Every business owner, tradesperson and individual with a fax machine received dozens of 419 Fraud proposals by fax back in the 1970s, long before the web existed, making them scream because it ate up the rolls of paper. heat-sensitive faxes! This did not prevent some of them from trying to walk in the scheme and being had.
Why this name?
“419 Fraud”. This name refers to Section 4-1-9 of the Penal Code of the Government of the Federal Republic of Nigeria dealing with such type of scams and punishing such practices.
All of these scams on the Internet are cybercrimes and fall under psychological manipulation techniques called social engineering (the art of pulling worms out of your nose), in order to harm, scam, convince…
419 Fraud Scenario
At first, the scam consists, not in extracting money from the victim, but in offering it!
When contact is established, a well-rehearsed scenario locks the victim into progression. Untraceable relationships are established, but the future victim is too absorbed by his obvious future gains and certain that he is absolutely not concerned with the risks, or even the obvious:
- Phone calls on untraceable cell phones.
- Premium rate phone calls.
- Use of garbage mailboxes such as Yahoo! Mail or Gmail.
- IP addresses ending up in internet cafes making it impossible to identify the physical person behind the scam.
Once the future victim is hooked up, if the operation appears to be of importance, she is told that it must be “officialized” and “legalized” this, which adds to the confidence, and that she must make the advance certain costs in order, for example, to “take the kitty out of the country” or “transfer the assets sold”:
- Application fees
- Administrative costs
- Intermediary fees
- Expenses necessary to bribe a bank employee
- Lawyer Fees
- Notary fees
- Bailiff fees
- Freight costs
- Stay expenses
The “kitty” obviously does not exist. Some suspicious victims were even invited to come and meet their “benefactor”. The gradation of the risks incurred on the spot then goes from taking hostage to constraints under torture with additional extortion of funds, etc. until the execution of the victim who has the misfortune to open his eyes.
How to fight against 419 frauds?
To combat 419 fraud, “public education does not appear to be a useful approach,” the professor tells us. According to him, it is much more efficient to develop anti-spam filters, which could use this lexical field data to be more efficient.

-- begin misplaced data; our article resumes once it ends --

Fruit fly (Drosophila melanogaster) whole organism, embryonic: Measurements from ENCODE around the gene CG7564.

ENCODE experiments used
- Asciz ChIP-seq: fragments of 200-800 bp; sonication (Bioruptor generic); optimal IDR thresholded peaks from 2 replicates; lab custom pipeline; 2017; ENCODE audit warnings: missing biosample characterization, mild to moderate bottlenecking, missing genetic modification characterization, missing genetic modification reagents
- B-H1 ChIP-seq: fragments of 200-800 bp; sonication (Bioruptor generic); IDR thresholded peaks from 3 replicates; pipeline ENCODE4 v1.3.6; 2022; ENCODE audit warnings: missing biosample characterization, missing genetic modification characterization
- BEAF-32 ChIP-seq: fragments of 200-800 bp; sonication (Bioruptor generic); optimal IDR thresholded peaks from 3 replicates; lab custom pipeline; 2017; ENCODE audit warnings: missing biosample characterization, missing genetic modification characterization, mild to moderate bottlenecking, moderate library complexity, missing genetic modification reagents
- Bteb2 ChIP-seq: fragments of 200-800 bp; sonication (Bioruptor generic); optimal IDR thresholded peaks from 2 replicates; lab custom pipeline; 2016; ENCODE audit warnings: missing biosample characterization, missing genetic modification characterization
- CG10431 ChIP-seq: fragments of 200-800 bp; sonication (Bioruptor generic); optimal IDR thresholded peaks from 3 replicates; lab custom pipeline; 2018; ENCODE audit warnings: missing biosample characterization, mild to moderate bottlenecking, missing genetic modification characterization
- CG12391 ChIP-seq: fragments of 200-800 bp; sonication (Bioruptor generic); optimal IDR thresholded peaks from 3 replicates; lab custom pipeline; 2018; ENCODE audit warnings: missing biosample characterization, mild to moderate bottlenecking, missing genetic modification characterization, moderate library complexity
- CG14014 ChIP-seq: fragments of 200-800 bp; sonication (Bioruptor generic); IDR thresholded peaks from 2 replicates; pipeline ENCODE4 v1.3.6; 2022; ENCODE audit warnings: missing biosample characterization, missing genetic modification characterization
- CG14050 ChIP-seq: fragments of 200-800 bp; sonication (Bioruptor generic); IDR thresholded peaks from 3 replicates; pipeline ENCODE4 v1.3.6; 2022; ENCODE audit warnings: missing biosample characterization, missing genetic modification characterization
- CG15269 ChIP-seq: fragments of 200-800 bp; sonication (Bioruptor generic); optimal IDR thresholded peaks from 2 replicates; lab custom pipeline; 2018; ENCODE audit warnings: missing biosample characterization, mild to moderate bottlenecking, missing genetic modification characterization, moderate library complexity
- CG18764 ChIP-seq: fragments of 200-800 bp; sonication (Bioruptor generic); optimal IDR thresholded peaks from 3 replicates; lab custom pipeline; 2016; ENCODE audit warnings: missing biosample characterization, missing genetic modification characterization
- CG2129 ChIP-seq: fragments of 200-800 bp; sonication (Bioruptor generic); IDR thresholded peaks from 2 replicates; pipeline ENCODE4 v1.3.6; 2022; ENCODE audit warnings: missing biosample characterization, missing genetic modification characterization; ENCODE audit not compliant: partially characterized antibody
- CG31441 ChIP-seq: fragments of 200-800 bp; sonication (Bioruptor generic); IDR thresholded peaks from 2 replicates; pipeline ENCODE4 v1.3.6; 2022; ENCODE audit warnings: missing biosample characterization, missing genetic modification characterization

Understand and identify e-mail scam attempts?
The most common practices are referred to as “scam” or “phishing”.
A stranger sends you an e-mail to offer you to serve as an intermediary, against payment, for an international financial transaction, or to recover your winnings from a lottery or to contact him to collect an inheritance.
You are invited to provide your details, then you will be asked to pay an advance or any fees, without you getting anything in return!
What is “phishing”?
“Phishing” or phishing consists of the fraudster pretending to be an organization that is familiar to you (bank, tax administration, social security fund, etc.), using its logo and name. You receive an email in which you are asked to “update” or “confirm following a technical incident” your data, including banking.
If you’ve been scammed, don’t be shy and hesitate to file a complaint and report it to the Police
Complaints are few. No one can take advantage of his own turpitudes. The victim of the scam will only very rarely make himself known, because:
- She or he knows that she tried to participate in a “shady” operation.
- She or he knows she’s been greedy, which she’s not going to brag about.
- She or he knows, but too late, having been naive (and the word is weak), that she is not going to shout from the rooftops.
Always report online scams to your local or national Police
Criminal activity must be reported to your local or national police. INTERPOL does not investigate or arrest people; this is the responsibility of the national (or respective state) police.
Once you have reported the crime, the police in your country can access INTERPOL’s services and databases if needed. Even if the crime you wish to report is international, you should still contact the local police.